It was the same every day: he'd get to the shop earlιer than his wife, who stayed back home to cook the family's evening meal. He'd turn on the vats to melt the fat, and start cleaning potatoes and slicing fish fillets. All day long he wore gumboots because he always working in damp conditions. Rheumatic pains were part and parcel of the job, from all those years of standing around in the cold water, draining away from the potatoes and the fish. He was forever pouring water over all the surfaces to keep away the smell. He always worked hard, and never complained about the conditions. He hardly ever spoke while he worked. He and his wife had said all they wanted to say to each other. There was nothing left to say.
He worked in silence, in the same way that he suffered. The fish and chip shop had made him his own boss, something he could never be in his home country. He was stuck with this job. He couldn't leave it. There would be no other. He was living in a prison, removing himself from one cell to enter another one: either he would be sitting on the couch, watching television in the evenings, or he'd be working in the ten-metre-by-ten-metre windowless workspace in the back of the fish and chip shop. That would constitute his life for the next two decades. He yearned to return to Crete. The only time he would ever argue with his wife would be over this issue. She felt that it was too early to get out of the business: times were getting harder and they were only a few years away from retirement age. She always had the upper hand.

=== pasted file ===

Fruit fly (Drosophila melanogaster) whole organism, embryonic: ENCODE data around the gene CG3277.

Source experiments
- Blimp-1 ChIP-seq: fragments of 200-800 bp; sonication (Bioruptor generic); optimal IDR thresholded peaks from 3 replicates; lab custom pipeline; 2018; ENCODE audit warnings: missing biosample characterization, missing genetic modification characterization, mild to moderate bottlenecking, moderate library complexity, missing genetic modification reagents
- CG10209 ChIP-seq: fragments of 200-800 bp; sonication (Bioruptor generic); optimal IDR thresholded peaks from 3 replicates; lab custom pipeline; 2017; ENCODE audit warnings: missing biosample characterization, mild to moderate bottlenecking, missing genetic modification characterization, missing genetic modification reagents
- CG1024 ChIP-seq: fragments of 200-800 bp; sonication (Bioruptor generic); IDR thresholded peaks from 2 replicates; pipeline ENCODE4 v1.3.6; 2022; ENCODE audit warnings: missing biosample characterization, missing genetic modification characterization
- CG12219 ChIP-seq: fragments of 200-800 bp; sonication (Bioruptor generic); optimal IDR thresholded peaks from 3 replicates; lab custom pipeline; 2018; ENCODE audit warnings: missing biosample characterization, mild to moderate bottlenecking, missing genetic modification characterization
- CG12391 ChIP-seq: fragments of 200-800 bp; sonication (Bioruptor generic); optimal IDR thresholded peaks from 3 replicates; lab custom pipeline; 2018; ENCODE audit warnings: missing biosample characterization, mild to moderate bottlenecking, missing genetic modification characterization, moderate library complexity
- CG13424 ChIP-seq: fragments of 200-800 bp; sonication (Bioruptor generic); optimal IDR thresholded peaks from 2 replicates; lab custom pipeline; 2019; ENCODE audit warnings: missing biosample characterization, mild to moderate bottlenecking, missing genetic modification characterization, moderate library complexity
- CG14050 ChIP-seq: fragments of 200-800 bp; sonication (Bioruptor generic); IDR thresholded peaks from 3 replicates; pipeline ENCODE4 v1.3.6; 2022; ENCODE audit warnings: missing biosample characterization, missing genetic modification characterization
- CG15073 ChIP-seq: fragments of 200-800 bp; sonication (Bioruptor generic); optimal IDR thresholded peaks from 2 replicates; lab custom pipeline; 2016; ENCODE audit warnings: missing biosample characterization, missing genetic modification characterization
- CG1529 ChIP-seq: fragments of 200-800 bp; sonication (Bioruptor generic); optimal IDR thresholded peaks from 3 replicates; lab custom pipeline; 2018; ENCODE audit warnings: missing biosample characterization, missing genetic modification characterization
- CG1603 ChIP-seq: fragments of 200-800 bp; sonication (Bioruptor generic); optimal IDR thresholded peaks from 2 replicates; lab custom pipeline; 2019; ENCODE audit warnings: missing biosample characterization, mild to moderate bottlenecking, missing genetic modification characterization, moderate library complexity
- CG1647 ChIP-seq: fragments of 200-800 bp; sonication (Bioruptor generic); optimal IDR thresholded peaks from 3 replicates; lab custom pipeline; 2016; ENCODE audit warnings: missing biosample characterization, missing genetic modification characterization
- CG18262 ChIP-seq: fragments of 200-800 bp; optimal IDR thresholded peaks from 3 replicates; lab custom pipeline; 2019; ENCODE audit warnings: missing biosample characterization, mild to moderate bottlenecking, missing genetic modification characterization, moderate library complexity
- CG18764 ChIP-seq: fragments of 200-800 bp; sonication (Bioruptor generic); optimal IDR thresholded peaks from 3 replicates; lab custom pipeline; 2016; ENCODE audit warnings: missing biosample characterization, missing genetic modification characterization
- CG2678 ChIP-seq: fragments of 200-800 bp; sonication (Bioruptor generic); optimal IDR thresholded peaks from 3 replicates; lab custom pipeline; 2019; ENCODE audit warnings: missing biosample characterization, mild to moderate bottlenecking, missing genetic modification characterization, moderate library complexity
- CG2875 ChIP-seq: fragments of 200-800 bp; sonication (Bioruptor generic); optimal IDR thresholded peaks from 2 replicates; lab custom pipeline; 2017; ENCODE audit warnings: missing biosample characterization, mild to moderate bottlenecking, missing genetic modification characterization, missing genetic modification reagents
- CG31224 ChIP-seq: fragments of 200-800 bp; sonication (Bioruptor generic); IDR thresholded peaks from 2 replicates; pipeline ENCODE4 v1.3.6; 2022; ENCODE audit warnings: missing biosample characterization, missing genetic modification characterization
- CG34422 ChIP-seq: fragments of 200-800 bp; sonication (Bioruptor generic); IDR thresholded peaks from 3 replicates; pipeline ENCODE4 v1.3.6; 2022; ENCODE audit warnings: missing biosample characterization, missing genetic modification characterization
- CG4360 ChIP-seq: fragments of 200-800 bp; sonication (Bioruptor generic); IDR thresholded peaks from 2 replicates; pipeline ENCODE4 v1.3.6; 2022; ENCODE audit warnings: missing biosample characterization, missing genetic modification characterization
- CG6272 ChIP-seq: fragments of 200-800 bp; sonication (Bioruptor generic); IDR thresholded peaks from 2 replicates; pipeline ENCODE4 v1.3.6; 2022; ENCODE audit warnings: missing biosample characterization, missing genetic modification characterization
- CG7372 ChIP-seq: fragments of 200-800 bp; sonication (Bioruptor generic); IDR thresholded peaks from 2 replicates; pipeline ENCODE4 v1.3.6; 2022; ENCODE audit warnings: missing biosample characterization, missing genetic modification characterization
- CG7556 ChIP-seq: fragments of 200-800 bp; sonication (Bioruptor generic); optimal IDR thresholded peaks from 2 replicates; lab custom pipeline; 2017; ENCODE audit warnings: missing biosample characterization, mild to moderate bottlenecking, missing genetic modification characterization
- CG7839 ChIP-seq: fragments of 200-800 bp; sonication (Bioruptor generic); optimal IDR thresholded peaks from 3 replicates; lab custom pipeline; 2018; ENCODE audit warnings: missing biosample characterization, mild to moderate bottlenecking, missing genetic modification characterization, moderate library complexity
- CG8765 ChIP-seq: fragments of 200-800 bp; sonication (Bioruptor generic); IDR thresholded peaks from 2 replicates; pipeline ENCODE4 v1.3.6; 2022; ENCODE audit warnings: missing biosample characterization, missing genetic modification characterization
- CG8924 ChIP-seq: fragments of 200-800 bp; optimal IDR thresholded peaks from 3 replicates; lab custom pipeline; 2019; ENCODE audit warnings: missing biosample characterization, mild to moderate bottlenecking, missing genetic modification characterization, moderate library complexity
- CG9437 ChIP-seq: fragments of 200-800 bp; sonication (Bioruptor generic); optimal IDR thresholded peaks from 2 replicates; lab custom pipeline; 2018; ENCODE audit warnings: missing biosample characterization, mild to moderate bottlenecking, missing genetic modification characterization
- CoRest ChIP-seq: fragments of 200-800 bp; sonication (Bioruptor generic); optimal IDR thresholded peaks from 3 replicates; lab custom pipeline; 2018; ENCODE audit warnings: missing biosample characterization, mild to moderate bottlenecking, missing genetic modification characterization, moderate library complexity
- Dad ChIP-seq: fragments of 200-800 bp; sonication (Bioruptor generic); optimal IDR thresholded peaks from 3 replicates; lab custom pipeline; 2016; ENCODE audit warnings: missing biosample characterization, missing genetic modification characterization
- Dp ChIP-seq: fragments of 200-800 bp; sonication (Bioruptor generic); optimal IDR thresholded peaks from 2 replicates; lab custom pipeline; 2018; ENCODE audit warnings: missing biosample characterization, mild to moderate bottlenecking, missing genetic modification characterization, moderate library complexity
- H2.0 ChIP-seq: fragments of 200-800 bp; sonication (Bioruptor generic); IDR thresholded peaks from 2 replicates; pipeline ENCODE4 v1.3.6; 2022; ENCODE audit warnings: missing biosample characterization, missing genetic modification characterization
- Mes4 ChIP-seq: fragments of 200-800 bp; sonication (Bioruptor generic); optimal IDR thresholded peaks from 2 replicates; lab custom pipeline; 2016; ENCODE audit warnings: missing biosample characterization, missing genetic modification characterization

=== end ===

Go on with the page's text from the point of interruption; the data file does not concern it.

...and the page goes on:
Life isn't ever perfect. Manolis did manage to leave the fish shop eventually, and move back to Crete, but not with his wife. He had to leave her behind, because she had become one with the earth and couldn't be boarded easily onto a plane. He lived the last few years of his life in his beloved home town of Crete. And he never spoke better English in New Zealand than he did in Hania. The British tourists loved the stories he told them of the fish and chip shop trade in New Zealand.
Potato fritters, with all its different names, were once considered 'poor man's fish and chips'. They were always the children's favorite in the fish-and-chip shop menu, despite being associated with an unhealthy diet. According to the statistics, fish and chips is still the favorite takeaway food of the average New Zealander.
2 large potatoes, thickly sliced (you will probably get about 20 slices - keep them in water to avoid browning)
1 3/4 cups self-raising flour
1 good pinch of salt
a generous amount of ground black pepper
1/2 tsp paprika (optional)
1 cup beer
100 ml water (approx)
about 1 litre vegetable oil
Mix all the dry ingredients together in a bowl, and make a well in the centre. Pour in the beer and water, and mix to a smooth dropping consistency, like a runny pancake mixture. Let the batter stand for an hour to become frothy. When you are ready to cook the fritters, heat the oil till very hot. Dredge the well-drained potato slices in flour, shake off the excess, and dip them into the batter. Drop them into the hot oil and let them cook till they turn golden brown. They need to be turned while cooking to ensure consistent browning. Remove the fritters from the oil with a slotted spoon, and place them on paper towels, to soak up the excess oil (this won't make them any healthier, it will simply make them less oily). Cook the fritters in reasonable batches, to avoid their sticking onto each other. When you remove them from the oil, clear away the batter scraps in the oil (they will burn if you leave them in).
To serve the fritters, take out all your larder and refrigerator sauces: ketchup, tartare, HP, Worcestershire, chutney, whatever. Eat them with friends and remember the good old days when no one watched their cholesterol, and everyone loved fish and chips.
This post is dedicated to my late father, Emmanuel.